Is this the right bus for you?
When I first started Latitudes.org, I was advised: “Let people know know where you’re going, and if they aren’t interested, suggest they get off the bus.”
This list of seven “mistakes” is shared with that advice in mind.
If you are hoping to find integrative or natural approaches that could help reduce tic symptoms, you’re on the right bus. If not, this article is not for you.
Now, instead of using the term mistakes, I could have called them obstacles. Or pitfalls. Or oversights. These are all words to convey that there are issues that can block your progress as you try to reduce tics. But I wanted to make it clear that these truly are mistakes that can be remedied if you know to look out for them.
I have focused on parents of kids in this blog, but the information applies equally to adults with Tourette’s.
As I often point out, there’s no one answer for everyone, and no guarantee that you will find what you are looking for. But your chances for success are better if you have an understanding of the seven points below.
This is the advice I wish I had been given when my son’s Tourette syndrome symptoms first started. His condition gradually worsened until it was distressing for the whole family. Fortunately, I found the answers to healing that we needed. Once I did, I got on this bus and never got off. Meanwhile, thousands of others have joined me. You have to decide for yourself if this is the right bus for you.
Counseling and listening for 25+ years
As editor of Latitudes.org and director of ACN, I’ve had countless conversations with families who are searching for help in dealing with Tourette’s. They want to know what they can do to avoid standard medications that have the potential for serious, negative side effects.
Together, we brainstormed possible solutions to their situation, and in follow up, discussed what challenges they encountered and what approaches did—or did not—work for them.
During these sessions, recurring themes surfaced, themes that can impede progress in finding solutions to tic symptoms. I’d like to share some of those with you and provide recommended resources. The list includes several common issues, although these are not the only stumbling blocks.
If you see yourself in any of these “mistakes,” it’s understandable. After all, we count on conventional medicine and national advocacy groups for advice. Yet, for 40+ years these sources have failed us for Tourette syndrome. They dismiss the role of diet and other environmental links, without basis. The tic community has been indoctrinated with the false message that there’s little people can do to help control symptoms.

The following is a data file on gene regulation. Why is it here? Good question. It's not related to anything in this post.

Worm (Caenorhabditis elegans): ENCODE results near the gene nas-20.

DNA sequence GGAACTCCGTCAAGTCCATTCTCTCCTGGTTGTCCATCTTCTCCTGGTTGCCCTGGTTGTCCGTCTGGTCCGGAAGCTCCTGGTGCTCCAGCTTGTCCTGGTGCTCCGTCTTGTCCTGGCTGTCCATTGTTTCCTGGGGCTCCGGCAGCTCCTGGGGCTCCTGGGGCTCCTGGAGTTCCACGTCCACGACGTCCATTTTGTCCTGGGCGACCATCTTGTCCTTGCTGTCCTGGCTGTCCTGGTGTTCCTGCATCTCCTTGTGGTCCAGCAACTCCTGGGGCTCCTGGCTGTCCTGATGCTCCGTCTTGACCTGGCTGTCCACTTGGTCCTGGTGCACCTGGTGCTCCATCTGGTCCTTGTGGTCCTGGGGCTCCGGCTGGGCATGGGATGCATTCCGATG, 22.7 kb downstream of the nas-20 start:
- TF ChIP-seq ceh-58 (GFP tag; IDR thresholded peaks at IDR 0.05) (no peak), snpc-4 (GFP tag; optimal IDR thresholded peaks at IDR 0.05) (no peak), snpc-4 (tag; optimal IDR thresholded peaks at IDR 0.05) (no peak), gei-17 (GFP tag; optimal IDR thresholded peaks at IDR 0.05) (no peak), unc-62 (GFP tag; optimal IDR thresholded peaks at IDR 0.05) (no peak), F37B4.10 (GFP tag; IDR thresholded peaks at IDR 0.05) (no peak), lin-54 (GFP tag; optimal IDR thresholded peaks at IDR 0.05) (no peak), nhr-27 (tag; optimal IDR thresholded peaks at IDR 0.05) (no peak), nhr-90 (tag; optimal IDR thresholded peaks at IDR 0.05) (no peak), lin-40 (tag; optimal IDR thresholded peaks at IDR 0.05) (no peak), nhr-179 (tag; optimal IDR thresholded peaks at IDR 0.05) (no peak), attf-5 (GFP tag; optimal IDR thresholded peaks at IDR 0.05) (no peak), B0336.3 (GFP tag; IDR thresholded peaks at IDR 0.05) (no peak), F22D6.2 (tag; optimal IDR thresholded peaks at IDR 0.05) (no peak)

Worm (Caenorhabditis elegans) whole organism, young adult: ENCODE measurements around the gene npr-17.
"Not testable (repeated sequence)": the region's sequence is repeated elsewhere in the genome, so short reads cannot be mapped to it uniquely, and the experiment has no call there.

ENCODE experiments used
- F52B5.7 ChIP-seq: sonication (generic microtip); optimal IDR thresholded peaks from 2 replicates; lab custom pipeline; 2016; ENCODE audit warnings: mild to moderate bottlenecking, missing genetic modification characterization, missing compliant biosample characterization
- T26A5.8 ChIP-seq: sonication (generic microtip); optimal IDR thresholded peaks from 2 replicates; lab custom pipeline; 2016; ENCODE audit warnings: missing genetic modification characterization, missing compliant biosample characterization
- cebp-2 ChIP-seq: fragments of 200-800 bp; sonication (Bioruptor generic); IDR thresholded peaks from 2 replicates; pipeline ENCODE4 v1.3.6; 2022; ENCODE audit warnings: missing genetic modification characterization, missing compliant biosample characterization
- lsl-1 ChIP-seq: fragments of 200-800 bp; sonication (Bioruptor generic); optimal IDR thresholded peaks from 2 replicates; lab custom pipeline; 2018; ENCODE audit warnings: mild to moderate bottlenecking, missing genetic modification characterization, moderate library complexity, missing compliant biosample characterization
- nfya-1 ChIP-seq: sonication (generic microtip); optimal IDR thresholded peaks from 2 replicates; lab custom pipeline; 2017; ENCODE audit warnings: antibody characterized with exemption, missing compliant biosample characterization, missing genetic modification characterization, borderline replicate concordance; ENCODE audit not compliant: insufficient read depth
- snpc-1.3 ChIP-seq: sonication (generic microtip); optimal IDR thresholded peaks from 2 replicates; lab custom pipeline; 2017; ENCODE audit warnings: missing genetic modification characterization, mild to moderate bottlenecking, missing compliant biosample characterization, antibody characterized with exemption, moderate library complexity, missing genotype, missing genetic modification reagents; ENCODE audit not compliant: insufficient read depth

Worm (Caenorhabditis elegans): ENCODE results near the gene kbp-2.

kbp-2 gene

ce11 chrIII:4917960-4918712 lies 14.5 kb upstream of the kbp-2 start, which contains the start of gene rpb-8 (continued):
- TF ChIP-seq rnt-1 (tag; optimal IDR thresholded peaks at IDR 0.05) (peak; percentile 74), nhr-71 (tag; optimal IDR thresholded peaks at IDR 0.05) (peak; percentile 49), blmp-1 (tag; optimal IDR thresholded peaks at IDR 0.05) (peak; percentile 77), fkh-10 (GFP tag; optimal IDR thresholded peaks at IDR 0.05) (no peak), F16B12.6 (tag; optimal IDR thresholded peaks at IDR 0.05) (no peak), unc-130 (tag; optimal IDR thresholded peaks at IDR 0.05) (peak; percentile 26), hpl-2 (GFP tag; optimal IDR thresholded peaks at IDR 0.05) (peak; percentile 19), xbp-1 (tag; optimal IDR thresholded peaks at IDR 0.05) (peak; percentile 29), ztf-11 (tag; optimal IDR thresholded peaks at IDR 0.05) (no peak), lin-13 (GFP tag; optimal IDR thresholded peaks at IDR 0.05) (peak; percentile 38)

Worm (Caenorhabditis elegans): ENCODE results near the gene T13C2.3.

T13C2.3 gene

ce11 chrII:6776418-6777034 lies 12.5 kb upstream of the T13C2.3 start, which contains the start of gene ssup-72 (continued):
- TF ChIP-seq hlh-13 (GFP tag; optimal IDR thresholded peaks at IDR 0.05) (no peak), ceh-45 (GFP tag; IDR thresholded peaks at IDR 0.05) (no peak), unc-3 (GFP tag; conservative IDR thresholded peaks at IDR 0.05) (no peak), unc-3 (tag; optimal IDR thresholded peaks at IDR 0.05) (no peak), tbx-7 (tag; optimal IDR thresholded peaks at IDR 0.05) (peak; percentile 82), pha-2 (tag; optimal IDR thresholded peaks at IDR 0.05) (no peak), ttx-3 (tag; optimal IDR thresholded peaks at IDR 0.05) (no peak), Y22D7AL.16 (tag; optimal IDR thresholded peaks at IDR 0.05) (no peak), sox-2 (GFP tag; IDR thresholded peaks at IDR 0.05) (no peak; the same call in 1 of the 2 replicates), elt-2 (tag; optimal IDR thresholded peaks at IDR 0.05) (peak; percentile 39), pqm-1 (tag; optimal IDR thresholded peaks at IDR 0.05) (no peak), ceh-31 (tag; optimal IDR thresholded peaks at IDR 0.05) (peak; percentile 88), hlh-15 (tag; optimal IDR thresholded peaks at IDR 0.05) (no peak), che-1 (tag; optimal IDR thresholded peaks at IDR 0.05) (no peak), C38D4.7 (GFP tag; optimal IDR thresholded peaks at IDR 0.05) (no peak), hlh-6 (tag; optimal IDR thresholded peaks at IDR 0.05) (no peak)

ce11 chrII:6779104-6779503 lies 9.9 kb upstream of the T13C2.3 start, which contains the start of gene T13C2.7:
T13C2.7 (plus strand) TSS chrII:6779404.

It’s not easy to break free from standard advice and search for answers on your own. Congratulations on taking the first steps. The list below is offered to help steer you in new directions.
Mistake #1 Believing Tourette’s is solely a genetic disorder
Tourette syndrome has been proven to be both a genetic AND an environmental disorder. While this is accepted in the scientific research community, it is ignored by conventional physicians in clinical practice, and that’s a major problem.
Environmental influences include issues like diet, nutrients, allergens, medications, infection, mental/emotional state, toxins, and more. (See #2 below for more on this.)
Unfortunately, conventional neurologists and pediatricians rarely address environmental factors for Tourette’s, aside from stress. They seem to be unaware of research that links tics to allergies and immune functioning. They don’t question why symptoms are worse at one time and better at another. They don’t look for “causes” of the tics in the same way that doctors typically look for what is causing a headache, or difficulty breathing, for example. This is because they don’t question the out-dated concept that Tourette’s is a genetics-only disorder, even when this leaves them few options for successful treatment.
Depending on a child’s age and severity of tic symptoms, a doctor treating Tourette syndrome may recommend reducing stress, taking medications, pursuing behavioral therapy, or resorting to deep brain stimulation (which requires electrodes to be implanted in the brain).
The most beneficial and logical first step would be to find out what is triggering the tics, what is making them worse or allowing them to be better at different times. But that’s not the norm.